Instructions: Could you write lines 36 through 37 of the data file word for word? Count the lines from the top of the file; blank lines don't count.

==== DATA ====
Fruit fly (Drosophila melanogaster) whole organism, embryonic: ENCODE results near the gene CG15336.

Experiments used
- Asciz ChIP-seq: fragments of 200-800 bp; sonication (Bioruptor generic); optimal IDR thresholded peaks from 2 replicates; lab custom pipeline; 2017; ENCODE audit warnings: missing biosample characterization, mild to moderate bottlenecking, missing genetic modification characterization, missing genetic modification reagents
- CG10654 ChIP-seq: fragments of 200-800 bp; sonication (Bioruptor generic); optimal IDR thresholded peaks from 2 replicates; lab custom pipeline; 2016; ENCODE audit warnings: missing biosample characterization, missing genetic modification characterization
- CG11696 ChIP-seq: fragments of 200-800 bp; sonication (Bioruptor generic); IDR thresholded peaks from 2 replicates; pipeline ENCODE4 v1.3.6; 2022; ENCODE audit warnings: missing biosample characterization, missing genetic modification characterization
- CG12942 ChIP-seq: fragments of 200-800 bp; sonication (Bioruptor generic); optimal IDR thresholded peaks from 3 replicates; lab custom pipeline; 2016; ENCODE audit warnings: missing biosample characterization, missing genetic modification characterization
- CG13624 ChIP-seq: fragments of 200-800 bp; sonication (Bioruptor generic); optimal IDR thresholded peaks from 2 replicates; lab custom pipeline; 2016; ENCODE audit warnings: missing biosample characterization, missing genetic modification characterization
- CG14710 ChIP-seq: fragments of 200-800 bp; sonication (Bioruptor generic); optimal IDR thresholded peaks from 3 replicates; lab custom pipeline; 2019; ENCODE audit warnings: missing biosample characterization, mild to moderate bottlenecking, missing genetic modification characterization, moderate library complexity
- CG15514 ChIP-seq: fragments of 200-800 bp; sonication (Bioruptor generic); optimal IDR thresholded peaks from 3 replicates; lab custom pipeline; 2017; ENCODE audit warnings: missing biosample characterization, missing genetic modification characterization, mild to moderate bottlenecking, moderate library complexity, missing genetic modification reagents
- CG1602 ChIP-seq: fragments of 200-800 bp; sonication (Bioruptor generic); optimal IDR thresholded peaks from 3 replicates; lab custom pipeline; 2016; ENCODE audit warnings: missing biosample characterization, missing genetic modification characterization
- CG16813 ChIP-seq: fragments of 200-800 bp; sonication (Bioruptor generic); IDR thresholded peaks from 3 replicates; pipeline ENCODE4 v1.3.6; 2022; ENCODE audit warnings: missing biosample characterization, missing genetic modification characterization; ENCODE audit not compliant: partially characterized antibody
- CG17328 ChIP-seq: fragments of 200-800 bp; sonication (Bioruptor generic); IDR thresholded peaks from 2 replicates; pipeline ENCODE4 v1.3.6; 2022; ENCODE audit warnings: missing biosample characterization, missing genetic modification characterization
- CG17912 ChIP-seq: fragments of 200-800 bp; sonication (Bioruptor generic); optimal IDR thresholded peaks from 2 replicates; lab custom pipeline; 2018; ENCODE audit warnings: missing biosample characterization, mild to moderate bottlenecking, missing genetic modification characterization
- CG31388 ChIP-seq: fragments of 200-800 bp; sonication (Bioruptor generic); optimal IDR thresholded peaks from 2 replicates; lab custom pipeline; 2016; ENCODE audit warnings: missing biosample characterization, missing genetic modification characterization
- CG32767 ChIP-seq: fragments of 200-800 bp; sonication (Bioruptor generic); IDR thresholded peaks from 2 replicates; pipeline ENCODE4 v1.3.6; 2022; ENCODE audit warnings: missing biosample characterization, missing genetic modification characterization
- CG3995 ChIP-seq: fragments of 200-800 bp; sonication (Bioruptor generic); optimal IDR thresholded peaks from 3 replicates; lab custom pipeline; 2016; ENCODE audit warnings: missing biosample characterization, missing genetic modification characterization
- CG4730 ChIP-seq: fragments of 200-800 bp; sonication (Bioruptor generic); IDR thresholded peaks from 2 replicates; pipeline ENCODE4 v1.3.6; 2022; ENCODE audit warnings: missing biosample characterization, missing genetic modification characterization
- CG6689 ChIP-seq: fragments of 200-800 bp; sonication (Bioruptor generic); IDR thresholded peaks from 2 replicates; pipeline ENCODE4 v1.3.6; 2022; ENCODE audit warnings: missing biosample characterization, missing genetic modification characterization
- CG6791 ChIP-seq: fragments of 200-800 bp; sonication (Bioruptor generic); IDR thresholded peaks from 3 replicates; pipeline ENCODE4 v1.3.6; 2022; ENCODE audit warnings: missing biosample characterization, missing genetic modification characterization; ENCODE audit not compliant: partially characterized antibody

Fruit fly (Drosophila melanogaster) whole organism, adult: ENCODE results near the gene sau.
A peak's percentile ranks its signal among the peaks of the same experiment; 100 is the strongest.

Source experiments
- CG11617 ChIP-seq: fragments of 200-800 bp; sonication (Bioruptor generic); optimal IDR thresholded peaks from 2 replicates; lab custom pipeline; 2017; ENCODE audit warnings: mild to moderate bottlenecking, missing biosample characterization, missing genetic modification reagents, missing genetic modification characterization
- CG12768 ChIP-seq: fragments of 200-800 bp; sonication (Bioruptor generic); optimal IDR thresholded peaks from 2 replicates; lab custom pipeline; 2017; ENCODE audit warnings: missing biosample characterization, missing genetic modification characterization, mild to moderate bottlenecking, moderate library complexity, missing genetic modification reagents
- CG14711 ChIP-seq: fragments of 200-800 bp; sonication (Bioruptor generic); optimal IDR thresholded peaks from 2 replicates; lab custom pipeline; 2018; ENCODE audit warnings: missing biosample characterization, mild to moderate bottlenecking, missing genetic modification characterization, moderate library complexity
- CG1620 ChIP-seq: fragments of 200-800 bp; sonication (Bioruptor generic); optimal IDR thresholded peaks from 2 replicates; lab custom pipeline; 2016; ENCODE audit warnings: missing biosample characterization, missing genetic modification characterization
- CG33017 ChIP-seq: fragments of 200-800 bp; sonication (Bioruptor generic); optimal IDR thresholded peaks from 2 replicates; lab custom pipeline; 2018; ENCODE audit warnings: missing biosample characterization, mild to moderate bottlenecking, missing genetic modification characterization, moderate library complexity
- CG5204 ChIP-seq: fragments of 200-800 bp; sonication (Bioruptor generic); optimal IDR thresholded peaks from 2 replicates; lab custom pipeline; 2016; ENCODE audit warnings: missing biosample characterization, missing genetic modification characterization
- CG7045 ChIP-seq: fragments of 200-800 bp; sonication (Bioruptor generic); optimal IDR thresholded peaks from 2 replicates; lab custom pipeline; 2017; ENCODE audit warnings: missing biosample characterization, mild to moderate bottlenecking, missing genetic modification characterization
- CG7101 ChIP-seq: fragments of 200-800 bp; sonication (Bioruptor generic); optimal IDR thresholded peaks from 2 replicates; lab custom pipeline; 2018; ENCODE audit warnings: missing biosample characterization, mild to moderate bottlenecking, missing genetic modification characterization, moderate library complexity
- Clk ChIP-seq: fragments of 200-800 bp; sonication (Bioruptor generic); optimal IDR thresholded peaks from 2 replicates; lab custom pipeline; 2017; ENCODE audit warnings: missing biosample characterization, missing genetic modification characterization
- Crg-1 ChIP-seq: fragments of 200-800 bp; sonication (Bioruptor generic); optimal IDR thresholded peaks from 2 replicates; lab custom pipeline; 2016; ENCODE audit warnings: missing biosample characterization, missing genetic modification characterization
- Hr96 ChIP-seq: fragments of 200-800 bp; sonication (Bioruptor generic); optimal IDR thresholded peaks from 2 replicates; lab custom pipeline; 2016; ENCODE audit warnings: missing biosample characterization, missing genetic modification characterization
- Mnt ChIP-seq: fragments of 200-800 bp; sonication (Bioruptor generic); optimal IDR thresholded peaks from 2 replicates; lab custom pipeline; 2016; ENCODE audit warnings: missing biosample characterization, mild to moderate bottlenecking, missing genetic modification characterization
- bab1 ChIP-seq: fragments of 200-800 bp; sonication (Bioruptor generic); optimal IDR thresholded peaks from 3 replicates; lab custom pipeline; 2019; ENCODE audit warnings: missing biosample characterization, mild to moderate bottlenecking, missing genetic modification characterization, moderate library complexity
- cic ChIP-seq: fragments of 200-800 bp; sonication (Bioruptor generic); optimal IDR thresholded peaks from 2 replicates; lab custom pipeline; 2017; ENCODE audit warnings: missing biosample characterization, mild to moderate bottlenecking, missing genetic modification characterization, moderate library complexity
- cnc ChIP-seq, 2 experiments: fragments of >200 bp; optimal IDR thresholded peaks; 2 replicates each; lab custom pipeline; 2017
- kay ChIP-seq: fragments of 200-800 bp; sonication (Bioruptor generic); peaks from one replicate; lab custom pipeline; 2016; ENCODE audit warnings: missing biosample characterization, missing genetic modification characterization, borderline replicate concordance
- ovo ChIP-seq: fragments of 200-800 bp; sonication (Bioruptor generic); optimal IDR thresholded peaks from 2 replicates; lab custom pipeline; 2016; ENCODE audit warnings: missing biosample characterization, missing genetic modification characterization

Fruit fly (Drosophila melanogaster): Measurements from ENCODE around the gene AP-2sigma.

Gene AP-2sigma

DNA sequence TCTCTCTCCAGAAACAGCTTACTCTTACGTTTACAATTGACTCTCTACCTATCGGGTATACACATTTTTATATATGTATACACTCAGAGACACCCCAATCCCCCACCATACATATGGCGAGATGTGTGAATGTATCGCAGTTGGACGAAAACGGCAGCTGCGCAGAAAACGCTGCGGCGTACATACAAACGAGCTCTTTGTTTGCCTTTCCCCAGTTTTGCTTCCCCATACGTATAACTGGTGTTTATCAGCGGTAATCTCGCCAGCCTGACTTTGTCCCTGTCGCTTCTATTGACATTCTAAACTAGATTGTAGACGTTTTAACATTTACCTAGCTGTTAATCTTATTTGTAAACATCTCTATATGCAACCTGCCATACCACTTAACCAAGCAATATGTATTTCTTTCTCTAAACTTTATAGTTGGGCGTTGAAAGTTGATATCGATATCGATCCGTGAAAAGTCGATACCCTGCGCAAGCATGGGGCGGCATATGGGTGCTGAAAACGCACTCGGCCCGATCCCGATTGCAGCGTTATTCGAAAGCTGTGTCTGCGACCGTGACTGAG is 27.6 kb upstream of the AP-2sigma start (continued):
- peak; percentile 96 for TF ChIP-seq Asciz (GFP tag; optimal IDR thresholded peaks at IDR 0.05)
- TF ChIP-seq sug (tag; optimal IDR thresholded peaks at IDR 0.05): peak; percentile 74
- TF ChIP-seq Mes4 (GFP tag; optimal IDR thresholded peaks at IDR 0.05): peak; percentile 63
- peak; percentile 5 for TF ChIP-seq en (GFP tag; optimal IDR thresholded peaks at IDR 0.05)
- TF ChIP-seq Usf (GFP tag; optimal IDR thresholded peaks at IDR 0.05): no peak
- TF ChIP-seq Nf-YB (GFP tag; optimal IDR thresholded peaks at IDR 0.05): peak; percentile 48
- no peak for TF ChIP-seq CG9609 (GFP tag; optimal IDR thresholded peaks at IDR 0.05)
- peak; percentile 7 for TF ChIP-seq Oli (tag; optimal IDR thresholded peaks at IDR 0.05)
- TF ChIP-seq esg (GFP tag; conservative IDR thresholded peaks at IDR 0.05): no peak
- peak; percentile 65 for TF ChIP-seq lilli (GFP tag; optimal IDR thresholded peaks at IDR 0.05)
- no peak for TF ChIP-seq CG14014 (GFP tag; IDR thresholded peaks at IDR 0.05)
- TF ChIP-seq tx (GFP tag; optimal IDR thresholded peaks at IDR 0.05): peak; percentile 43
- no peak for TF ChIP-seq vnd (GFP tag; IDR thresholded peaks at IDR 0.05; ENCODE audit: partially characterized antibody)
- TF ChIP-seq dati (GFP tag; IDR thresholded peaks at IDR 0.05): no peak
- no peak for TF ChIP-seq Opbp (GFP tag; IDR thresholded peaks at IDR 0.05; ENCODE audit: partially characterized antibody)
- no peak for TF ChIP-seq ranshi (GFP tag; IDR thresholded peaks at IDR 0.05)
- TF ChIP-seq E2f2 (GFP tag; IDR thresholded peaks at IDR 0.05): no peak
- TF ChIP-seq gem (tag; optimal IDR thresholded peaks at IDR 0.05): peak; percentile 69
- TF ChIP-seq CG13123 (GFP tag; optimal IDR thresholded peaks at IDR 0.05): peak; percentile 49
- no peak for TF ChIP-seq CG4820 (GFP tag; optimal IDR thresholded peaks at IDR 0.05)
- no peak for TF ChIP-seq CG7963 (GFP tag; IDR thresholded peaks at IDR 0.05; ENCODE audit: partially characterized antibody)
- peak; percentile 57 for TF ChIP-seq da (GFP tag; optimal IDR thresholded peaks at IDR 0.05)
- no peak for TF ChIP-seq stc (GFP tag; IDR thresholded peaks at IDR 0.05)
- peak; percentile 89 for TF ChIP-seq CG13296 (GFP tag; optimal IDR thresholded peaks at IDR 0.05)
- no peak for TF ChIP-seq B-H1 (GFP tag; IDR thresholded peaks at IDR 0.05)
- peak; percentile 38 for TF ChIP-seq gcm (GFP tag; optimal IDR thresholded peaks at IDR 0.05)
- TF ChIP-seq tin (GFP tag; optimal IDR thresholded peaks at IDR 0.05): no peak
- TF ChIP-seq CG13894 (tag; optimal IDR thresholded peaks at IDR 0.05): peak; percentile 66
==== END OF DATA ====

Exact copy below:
- cic ChIP-seq: fragments of 200-800 bp; sonication (Bioruptor generic); optimal IDR thresholded peaks from 2 replicates; lab custom pipeline; 2017; ENCODE audit warnings: missing biosample characterization, mild to moderate bottlenecking, missing genetic modification characterization, moderate library complexity
- cnc ChIP-seq, 2 experiments: fragments of >200 bp; optimal IDR thresholded peaks; 2 replicates each; lab custom pipeline; 2017